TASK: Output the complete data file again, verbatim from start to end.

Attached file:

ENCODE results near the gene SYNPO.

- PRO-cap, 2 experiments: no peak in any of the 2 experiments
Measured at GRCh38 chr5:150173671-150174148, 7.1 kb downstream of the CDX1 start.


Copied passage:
ENCODE results near the gene SYNPO.

- PRO-cap, 2 experiments: no peak in any of the 2 experiments
Measured at GRCh38 chr5:150173671-150174148, 7.1 kb downstream of the CDX1 start.